Monday, September 7, 2009

Malawi - Africa's Friendly Heart

It is truly amazing the effect a border crossing can have on a person. The excitement of leaving one country for another is always mixed with a bit of trepidation of the unknown, but in the end, there is little more rewarding than having a fresh stamp punched in your passport. This was certainly the case for us as we passed from Tanzania into Malawi a few days ago.

We spent an unexpectedly grueling day - our supposed 10 hour bus trip turned into a 16 1/2 hour marathon - traveling through southern Tanzania. The scenery was again, quite beautiful and we even saw a few elephants as we climbed into the highlands before descending back to the hills around the northern tip of Lake Malawi. Other than the length of the trip it was actually quite uneventful and proved to us once again that Tanzania, more than any other country we had visited, truly is on the right track. The roads (other than some construction) are perfect, bus parks are relatively hassle free, and beautiful schools with covered walkways from building to building, line the roadside. Of course, we have no allusions that Tanzania is a rich or problem free country, but it was nice to see the early stages of effective development.

After a very brief rest in a hotel in the small town of Kyela, Tanzania we woke early to make it to the border and hopefully catch a bus. In fact, we were too early, but after a breakfast in no-man's-land (there was a decent stretch between the two border posts) we walked into Malawi. Kudos to Malawi on good first impressions. We payed no visa fee after paying $100 each to enter Tanzania.

The friendliness of Malawi was evident immediately upon entering the country. We were sent in the right direction by some police officers and rode with an ever-laughing cab driver to a nearby town. From there we caught a bus for Mzuzu, about half way to our destination of Lilongwe. The trip followed the shore of Lake Malawi for most of the way before climbing into the arid mountains that line the coast. The landscape was nice, definitely not as spectacular as some of the places we had seen in East Africa, but the people more than made up for it. Our first observation was that it seemed everyone was smiling or laughing. And whats more, not one person tried to rip us off!

Six hours later we arrived in Mzuzu and immediately boarded another bus for Lilongwe. Like Tanzania the roads were great and the towns seemed even neater and more orderly. The only thing that struck us as negative about our first day in Malawi was the massive amounts of deforestation we passed along the way from Mzuzu to Lilongwe. Once we left the lake shore small, beautiful forests gave way to massive swaths of downed timber. As Malawi is a very poor country the scene certainly posed the question of how to go about balanced, controlled and responsible development; a question that all African nations are struggling with. The devastation went on for hours but our attention was soon robbed as the bus driver switched the radio station to the Malawi World Cup qualifying game against Guinea. The people listened intently to the rabid announcer as he switched from English to the local language and back again as he became more and more excited. In the end Malawi won 2-1 and the bus celebrated with smiles and polite clapping.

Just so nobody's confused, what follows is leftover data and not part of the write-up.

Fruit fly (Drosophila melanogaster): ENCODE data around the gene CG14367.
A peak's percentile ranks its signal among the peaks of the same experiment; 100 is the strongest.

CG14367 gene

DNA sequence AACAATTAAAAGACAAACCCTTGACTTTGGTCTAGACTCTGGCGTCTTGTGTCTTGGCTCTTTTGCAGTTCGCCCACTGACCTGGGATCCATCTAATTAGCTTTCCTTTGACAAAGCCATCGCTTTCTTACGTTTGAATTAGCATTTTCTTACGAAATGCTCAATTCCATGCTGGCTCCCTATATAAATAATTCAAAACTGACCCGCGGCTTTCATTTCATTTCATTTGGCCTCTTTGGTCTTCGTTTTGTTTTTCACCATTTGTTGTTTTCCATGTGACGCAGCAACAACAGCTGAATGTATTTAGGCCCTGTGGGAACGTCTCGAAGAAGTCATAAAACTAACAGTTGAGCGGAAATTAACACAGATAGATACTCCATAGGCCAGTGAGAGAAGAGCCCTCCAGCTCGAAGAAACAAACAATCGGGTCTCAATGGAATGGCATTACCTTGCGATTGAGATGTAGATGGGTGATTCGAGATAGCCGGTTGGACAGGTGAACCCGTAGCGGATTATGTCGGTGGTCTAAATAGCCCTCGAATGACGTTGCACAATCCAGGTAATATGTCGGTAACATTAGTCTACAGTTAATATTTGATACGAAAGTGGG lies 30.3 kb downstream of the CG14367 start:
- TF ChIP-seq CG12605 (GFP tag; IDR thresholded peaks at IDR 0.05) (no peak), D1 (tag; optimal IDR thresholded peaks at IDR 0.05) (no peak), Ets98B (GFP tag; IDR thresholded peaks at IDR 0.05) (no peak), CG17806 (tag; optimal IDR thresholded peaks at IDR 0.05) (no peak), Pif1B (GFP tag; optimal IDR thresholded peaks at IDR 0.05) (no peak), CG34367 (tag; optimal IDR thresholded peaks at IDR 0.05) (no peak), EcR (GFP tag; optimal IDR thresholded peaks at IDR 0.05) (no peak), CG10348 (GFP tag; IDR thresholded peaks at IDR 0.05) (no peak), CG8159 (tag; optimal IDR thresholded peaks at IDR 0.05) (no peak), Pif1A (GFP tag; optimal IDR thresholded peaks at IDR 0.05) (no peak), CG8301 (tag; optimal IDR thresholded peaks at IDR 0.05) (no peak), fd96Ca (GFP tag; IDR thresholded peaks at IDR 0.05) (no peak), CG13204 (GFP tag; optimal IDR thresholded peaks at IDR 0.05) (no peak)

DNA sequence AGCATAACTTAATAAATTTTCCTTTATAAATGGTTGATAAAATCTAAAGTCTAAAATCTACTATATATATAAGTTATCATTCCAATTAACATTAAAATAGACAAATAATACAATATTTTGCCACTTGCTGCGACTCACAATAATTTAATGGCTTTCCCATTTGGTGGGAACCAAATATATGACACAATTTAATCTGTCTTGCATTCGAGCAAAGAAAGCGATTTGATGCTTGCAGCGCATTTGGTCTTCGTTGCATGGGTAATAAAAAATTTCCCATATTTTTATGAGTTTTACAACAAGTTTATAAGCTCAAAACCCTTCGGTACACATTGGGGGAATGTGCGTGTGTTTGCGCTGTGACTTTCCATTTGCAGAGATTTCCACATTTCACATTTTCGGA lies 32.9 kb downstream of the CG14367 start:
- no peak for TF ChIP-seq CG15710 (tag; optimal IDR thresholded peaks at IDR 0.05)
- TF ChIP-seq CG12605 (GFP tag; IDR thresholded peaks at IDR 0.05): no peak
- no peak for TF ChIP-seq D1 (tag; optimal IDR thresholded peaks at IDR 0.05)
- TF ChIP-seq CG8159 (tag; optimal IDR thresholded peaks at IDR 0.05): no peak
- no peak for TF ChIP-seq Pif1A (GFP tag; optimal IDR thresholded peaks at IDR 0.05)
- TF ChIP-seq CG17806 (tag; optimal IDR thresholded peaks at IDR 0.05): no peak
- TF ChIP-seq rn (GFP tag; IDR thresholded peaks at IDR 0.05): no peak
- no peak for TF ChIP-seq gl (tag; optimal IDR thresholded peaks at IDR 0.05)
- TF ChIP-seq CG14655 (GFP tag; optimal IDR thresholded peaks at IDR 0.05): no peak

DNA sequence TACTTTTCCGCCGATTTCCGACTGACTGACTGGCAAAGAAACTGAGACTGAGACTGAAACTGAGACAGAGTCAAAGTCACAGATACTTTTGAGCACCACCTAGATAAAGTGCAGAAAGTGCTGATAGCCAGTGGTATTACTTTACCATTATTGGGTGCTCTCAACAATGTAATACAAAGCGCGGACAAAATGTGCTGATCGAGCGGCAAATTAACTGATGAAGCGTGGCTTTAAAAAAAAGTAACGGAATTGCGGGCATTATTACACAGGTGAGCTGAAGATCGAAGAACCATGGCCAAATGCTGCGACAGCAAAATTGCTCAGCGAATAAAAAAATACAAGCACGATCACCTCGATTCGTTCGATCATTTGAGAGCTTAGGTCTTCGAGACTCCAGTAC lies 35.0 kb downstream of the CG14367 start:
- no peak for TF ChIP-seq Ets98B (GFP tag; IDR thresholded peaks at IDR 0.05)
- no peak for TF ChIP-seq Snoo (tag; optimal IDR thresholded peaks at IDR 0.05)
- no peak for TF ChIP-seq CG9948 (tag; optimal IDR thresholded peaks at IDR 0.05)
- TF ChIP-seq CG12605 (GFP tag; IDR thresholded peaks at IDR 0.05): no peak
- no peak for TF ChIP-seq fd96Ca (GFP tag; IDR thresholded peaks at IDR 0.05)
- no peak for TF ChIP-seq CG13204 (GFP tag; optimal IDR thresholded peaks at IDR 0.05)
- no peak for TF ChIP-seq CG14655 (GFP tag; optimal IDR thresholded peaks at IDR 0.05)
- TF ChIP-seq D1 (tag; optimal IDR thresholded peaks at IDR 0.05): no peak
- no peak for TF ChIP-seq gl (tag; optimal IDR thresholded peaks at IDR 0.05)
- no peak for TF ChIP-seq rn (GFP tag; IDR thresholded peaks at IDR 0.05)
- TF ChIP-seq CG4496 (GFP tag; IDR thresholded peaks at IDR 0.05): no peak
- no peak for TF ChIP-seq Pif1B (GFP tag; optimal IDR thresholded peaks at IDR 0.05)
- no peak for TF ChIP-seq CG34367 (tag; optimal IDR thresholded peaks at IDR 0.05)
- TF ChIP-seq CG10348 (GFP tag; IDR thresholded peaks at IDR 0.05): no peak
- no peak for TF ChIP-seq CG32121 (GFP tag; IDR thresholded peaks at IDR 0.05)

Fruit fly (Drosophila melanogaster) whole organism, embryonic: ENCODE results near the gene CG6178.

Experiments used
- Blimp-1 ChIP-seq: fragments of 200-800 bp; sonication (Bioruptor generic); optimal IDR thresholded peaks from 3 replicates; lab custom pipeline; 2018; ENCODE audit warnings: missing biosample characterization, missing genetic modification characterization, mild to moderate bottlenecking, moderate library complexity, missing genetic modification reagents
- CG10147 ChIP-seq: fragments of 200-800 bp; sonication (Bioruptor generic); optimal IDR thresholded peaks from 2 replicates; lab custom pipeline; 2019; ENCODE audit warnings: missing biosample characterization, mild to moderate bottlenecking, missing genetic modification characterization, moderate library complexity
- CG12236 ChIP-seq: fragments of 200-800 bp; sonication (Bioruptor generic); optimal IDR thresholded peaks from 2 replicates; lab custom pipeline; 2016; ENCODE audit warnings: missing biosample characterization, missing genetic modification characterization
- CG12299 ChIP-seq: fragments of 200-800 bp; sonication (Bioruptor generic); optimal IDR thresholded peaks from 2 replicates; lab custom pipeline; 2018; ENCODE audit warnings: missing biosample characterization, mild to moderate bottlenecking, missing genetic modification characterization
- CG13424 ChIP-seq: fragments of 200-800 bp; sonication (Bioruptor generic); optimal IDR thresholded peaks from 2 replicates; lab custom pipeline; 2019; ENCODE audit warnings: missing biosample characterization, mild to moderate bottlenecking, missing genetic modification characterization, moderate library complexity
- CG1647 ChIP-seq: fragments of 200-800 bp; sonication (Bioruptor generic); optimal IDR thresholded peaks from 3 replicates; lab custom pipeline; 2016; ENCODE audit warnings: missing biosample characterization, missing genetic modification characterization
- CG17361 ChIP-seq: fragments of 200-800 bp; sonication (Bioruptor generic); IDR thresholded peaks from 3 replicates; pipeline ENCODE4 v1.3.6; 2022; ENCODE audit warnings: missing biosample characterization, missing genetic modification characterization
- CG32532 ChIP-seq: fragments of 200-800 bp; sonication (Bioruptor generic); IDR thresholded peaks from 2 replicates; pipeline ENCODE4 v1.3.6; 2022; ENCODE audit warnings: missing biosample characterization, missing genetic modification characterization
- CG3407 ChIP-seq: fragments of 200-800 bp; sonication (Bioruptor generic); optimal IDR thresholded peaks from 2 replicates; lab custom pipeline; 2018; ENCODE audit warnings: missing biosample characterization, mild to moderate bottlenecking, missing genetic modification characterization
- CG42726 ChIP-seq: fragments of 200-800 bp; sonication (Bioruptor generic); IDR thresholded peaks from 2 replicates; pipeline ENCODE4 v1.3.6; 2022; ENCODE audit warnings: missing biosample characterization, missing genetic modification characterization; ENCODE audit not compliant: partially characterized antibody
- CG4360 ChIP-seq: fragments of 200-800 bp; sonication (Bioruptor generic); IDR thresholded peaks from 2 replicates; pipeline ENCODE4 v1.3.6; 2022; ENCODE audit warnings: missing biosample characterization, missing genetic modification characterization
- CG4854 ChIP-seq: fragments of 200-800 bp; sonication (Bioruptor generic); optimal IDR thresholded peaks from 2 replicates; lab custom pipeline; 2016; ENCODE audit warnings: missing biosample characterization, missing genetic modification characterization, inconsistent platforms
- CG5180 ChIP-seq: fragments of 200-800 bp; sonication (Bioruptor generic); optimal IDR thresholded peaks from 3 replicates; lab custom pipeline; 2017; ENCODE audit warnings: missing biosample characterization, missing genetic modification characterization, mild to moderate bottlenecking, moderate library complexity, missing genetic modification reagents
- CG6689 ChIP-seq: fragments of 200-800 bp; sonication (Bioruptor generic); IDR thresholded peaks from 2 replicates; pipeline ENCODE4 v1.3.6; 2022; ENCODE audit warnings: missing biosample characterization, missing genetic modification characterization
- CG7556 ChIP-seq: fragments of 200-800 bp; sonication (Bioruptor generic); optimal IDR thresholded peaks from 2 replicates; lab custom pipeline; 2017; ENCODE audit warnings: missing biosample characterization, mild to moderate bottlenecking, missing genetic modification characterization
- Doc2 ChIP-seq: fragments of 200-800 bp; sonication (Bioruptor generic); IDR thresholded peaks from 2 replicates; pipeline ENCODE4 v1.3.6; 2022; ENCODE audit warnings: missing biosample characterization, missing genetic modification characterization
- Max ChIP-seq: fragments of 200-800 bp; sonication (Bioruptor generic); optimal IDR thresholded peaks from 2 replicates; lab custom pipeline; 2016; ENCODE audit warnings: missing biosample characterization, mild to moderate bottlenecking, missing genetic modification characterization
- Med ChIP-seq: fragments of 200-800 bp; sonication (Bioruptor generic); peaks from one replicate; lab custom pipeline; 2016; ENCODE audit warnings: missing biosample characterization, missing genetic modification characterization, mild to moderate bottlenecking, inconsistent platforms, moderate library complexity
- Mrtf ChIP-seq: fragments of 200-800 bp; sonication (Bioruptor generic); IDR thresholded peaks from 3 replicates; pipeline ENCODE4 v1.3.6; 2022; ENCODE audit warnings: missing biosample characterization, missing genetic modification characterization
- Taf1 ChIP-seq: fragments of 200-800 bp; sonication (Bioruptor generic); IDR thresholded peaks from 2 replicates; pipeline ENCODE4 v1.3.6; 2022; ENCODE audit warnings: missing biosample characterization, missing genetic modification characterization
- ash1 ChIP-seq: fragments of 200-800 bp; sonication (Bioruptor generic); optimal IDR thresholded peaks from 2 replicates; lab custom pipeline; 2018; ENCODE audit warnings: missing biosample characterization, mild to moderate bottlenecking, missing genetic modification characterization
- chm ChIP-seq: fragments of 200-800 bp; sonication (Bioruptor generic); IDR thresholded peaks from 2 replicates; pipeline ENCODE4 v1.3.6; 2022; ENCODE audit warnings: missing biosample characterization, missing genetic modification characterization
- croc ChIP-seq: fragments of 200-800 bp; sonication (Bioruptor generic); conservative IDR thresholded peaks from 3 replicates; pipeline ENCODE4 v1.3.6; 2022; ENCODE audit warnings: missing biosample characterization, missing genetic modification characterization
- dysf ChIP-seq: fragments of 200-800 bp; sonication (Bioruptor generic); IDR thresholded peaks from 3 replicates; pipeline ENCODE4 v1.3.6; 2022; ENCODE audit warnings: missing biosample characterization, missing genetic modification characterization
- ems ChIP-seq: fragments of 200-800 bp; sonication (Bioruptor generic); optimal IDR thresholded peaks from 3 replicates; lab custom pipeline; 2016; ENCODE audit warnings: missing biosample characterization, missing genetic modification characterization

We finally arrived in Lilongwe, Malawi's administrative capital, just as it became dark and had little time or energy left to do anything but put up our tent. Having not seen much of the town we spent all of yesterday wandering the streets. A guidebook we glanced at in Tanzania had called Lilongwe "the most mundane of African capitals," and we would probably agree. It is quiet, the streets are clean, and the typical hawkers and street vendors are almost entirely absent. So, a suggestion to the guidebook writers: change the entry for Lilongwe to, "wonderfully mundane." We were able to walk around town, largely ignored, eat a great meal and even go grocery shopping at an "American-style" shop; a true luxury at this point and something that we could not have imagined even a few days ago. Today we wandered through the wood carvings market (there are some incredible pieces that we wish we had the bag space to bring with us) and were not pestered more than being invited to look at each person's stall.

We will camp in Lilongwe again tonight, probably lulled to sleep by the laughing of the hyena's that wander right into town, before heading back toward Lake Malawi tomorrow morning. We plan on spending a day or two before heading southwards towards Mozambique. Happy Labor Day to everyone and best wishes to all of you starting a new school year!

1 comment:

  1. The people we just stayed with in Geneva just returned from living 4 years in Malawi-the dad works for the UN. They said it was the most amazing and friendliest place ever! Sounds like they were right on!